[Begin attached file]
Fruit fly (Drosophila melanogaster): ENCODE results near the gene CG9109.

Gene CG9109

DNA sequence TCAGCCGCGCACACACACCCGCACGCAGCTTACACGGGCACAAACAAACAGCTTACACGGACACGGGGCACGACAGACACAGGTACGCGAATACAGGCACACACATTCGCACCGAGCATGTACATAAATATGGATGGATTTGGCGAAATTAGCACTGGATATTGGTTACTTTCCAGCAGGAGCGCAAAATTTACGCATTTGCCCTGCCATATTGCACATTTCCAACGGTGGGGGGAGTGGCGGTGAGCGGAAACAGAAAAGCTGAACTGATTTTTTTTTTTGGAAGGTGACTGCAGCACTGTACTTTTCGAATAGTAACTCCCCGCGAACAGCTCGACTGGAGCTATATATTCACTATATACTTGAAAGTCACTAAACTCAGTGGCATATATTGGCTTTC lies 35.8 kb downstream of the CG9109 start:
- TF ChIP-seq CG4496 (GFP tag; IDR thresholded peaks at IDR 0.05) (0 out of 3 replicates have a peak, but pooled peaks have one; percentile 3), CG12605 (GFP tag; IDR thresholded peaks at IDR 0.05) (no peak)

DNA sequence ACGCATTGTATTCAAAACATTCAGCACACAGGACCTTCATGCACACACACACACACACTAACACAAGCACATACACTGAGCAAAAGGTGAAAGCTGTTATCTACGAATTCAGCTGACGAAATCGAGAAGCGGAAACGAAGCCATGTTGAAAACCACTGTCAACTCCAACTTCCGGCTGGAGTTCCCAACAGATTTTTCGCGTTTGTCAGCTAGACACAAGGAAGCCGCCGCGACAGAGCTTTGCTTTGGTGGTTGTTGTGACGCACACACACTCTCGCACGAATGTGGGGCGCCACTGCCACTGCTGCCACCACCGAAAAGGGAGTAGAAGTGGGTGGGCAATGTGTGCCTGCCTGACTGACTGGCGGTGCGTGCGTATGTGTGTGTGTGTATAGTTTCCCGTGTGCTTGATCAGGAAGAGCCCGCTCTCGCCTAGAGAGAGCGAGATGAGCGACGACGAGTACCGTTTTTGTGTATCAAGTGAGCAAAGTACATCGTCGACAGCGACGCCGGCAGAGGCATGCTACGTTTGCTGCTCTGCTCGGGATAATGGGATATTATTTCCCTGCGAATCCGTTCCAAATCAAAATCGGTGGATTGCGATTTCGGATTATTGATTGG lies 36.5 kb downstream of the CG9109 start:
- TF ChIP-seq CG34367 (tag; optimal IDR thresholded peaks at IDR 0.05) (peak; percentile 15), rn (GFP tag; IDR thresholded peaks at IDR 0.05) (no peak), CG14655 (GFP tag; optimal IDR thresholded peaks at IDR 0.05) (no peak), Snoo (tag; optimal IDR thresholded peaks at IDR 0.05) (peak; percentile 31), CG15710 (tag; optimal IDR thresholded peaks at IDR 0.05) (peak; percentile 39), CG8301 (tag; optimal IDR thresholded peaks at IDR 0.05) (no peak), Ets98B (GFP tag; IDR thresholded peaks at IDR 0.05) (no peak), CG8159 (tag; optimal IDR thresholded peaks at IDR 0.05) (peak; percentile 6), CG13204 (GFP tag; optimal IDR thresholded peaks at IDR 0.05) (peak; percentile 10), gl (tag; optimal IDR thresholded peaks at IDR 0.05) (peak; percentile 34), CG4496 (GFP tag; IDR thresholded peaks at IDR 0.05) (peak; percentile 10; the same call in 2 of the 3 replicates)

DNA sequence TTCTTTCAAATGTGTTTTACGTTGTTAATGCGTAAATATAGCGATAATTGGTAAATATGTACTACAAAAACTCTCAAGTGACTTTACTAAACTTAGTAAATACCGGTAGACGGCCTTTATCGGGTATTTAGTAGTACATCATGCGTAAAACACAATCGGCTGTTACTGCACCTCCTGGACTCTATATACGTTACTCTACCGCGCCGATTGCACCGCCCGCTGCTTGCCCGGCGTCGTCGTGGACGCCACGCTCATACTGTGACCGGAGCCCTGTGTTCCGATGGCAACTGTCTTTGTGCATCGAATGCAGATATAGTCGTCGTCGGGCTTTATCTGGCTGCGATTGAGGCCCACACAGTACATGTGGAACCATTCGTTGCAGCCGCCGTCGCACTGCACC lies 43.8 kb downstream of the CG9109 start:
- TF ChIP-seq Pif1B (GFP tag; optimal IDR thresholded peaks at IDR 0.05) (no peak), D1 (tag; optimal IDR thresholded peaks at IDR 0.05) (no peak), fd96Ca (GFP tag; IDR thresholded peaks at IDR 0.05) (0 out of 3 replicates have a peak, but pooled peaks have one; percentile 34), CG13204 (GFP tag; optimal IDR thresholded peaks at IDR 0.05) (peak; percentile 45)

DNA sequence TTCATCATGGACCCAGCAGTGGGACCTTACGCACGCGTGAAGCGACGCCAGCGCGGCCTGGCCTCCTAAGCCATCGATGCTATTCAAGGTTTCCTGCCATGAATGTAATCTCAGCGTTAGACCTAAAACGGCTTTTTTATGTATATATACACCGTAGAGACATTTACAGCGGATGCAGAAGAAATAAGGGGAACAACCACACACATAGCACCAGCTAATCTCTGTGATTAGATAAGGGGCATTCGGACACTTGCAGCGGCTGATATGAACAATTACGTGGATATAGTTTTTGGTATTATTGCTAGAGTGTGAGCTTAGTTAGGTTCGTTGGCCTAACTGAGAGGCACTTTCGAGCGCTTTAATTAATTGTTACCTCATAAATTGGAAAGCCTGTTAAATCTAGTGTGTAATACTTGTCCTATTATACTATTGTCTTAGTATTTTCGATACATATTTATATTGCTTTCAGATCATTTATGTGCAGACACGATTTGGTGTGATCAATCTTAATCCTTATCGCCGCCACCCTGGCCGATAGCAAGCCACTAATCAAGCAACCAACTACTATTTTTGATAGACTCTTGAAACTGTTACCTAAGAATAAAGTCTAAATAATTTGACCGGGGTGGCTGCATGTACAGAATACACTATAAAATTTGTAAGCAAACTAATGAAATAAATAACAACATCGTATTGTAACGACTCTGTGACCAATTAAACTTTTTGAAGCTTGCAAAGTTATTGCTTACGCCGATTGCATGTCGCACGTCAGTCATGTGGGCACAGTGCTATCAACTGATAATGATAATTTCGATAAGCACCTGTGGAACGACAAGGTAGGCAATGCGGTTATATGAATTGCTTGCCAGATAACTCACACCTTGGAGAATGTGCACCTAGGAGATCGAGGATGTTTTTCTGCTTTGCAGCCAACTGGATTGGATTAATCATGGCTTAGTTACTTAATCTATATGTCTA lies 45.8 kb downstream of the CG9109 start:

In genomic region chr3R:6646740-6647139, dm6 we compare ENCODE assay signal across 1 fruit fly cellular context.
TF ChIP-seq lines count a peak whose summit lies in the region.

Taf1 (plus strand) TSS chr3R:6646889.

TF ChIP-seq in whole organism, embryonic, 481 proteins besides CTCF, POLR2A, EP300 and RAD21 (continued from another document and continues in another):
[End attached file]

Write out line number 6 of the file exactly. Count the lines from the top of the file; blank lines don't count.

- TF ChIP-seq CG34367 (tag; optimal IDR thresholded peaks at IDR 0.05) (peak; percentile 15), rn (GFP tag; IDR thresholded peaks at IDR 0.05) (no peak), CG14655 (GFP tag; optimal IDR thresholded peaks at IDR 0.05) (no peak), Snoo (tag; optimal IDR thresholded peaks at IDR 0.05) (peak; percentile 31), CG15710 (tag; optimal IDR thresholded peaks at IDR 0.05) (peak; percentile 39), CG8301 (tag; optimal IDR thresholded peaks at IDR 0.05) (no peak), Ets98B (GFP tag; IDR thresholded peaks at IDR 0.05) (no peak), CG8159 (tag; optimal IDR thresholded peaks at IDR 0.05) (peak; percentile 6), CG13204 (GFP tag; optimal IDR thresholded peaks at IDR 0.05) (peak; percentile 10), gl (tag; optimal IDR thresholded peaks at IDR 0.05) (peak; percentile 34), CG4496 (GFP tag; IDR thresholded peaks at IDR 0.05) (peak; percentile 10; the same call in 2 of the 3 replicates)